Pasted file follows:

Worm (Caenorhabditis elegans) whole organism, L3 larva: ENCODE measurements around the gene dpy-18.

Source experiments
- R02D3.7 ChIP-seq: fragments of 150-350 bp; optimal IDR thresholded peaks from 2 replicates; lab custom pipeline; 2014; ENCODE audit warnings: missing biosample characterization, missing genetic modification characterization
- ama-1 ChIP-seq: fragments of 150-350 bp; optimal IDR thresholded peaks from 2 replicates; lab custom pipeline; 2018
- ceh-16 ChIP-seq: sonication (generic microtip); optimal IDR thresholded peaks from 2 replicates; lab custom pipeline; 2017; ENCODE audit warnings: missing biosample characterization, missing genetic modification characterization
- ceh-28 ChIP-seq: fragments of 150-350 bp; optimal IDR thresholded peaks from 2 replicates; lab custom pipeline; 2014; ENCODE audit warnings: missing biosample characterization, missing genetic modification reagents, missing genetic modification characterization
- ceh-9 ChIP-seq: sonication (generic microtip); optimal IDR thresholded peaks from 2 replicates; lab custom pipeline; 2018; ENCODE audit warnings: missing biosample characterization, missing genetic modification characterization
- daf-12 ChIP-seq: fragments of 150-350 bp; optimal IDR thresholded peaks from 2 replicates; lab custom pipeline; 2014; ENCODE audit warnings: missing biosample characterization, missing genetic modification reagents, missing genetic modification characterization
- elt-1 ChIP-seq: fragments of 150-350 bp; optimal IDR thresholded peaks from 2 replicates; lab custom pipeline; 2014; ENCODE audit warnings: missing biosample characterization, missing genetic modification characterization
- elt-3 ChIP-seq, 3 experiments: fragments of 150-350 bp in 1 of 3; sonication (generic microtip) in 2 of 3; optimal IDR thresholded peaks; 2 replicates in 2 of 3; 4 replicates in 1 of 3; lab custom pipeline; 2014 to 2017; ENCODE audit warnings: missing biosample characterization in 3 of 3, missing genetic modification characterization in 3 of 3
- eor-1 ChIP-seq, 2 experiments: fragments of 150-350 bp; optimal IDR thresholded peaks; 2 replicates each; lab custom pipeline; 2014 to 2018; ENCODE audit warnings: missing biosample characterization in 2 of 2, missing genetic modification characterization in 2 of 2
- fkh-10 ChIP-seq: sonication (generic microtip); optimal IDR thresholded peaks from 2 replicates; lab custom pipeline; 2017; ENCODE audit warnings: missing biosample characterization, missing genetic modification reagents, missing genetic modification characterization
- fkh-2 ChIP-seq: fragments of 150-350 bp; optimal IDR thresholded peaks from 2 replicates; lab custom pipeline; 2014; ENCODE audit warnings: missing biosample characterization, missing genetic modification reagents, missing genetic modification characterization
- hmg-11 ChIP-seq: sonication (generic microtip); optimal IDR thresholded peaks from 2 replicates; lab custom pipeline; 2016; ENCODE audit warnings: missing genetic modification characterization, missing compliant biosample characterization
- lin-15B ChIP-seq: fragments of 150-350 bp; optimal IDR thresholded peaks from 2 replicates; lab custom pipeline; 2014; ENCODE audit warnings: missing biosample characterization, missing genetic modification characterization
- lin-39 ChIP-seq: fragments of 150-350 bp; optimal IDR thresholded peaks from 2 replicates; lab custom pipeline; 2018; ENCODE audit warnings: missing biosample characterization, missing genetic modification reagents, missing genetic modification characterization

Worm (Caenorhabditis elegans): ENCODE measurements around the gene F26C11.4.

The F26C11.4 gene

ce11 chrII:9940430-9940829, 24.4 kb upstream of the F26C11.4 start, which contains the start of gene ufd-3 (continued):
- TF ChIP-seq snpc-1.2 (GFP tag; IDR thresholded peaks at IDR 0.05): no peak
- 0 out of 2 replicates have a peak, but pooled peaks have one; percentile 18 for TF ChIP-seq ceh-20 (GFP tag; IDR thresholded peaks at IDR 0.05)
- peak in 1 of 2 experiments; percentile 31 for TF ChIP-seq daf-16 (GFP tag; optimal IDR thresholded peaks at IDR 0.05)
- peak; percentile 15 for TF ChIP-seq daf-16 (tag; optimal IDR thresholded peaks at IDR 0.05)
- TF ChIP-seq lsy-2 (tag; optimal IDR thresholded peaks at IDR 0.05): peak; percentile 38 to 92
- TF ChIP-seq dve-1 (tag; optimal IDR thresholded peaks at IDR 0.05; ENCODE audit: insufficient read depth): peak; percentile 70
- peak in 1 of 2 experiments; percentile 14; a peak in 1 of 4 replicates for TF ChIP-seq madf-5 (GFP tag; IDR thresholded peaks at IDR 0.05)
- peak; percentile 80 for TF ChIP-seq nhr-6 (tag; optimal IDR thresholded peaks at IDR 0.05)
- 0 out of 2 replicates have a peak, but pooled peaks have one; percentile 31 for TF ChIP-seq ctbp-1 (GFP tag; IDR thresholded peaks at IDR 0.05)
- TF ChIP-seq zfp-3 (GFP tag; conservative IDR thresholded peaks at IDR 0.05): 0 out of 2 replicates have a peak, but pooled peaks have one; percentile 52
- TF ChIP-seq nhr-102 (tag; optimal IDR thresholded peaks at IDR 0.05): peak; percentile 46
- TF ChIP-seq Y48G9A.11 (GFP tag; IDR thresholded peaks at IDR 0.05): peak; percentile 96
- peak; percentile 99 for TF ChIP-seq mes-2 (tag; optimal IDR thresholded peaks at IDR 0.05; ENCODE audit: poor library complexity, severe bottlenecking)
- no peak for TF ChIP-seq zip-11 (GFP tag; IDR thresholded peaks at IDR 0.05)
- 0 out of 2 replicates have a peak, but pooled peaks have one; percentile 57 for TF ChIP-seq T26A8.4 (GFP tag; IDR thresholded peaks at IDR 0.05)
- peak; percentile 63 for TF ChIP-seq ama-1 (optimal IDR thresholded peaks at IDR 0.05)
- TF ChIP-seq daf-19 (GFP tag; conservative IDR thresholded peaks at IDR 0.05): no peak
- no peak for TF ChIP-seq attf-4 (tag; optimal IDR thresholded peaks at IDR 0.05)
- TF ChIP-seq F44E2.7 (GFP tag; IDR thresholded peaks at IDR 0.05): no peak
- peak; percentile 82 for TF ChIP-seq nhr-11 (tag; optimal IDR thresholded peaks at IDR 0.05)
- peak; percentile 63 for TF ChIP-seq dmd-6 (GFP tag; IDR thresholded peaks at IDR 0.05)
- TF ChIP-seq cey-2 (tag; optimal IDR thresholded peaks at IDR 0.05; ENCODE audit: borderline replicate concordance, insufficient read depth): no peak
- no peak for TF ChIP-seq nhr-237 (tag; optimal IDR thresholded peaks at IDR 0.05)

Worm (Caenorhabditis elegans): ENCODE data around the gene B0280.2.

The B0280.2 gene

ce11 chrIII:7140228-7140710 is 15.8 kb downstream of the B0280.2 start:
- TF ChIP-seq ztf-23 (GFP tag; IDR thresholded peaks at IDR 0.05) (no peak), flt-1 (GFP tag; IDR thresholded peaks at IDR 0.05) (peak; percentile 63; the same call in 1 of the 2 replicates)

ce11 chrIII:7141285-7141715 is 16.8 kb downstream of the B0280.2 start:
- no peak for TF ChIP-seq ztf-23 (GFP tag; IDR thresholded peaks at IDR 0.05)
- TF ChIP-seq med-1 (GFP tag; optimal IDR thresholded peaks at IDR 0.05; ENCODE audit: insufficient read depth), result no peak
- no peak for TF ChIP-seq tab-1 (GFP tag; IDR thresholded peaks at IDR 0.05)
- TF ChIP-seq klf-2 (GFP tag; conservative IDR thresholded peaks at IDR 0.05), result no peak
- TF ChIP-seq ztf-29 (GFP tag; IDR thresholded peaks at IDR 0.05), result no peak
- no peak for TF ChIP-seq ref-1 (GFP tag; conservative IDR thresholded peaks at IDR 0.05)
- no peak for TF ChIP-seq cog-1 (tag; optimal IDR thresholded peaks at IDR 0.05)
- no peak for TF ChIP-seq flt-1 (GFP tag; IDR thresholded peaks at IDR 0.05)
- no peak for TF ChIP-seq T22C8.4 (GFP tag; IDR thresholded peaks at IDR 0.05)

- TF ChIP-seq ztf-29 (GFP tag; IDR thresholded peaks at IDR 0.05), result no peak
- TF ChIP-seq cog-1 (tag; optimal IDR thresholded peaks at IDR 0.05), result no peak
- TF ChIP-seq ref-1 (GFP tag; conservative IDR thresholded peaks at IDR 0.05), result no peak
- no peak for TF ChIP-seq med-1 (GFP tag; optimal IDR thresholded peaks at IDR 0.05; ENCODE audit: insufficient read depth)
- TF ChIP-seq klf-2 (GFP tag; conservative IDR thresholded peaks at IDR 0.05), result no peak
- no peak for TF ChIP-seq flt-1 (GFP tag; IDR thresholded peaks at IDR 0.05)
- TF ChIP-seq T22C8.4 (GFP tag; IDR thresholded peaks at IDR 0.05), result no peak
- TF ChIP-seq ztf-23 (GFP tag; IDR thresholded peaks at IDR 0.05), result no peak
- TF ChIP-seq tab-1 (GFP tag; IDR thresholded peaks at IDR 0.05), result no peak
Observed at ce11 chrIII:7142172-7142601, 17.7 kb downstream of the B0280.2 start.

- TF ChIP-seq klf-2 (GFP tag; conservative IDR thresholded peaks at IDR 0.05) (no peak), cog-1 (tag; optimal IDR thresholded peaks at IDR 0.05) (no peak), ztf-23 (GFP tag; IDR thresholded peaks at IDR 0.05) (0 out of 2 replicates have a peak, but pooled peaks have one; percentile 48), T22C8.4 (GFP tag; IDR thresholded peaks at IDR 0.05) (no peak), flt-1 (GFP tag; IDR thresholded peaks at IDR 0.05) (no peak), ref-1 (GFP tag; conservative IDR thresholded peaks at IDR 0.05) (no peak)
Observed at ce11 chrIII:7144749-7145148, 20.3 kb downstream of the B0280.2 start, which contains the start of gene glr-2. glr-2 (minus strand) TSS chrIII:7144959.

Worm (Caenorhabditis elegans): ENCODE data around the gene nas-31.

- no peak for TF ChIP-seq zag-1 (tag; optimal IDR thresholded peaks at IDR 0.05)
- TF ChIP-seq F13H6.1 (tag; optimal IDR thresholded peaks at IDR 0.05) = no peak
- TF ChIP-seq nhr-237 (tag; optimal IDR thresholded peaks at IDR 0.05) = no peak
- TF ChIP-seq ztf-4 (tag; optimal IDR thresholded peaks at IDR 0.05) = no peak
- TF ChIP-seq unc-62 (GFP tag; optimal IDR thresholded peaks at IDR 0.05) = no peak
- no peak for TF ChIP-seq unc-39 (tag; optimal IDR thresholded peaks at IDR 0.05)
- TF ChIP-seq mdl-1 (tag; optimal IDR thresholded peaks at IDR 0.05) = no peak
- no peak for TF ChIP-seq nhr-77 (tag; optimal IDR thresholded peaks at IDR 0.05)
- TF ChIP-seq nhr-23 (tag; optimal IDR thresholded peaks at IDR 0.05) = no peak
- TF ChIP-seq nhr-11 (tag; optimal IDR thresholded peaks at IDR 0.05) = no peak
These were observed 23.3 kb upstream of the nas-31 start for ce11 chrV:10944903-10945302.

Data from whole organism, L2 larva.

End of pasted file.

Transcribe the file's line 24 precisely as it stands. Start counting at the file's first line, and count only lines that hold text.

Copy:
- TF ChIP-seq lsy-2 (tag; optimal IDR thresholded peaks at IDR 0.05): peak; percentile 38 to 92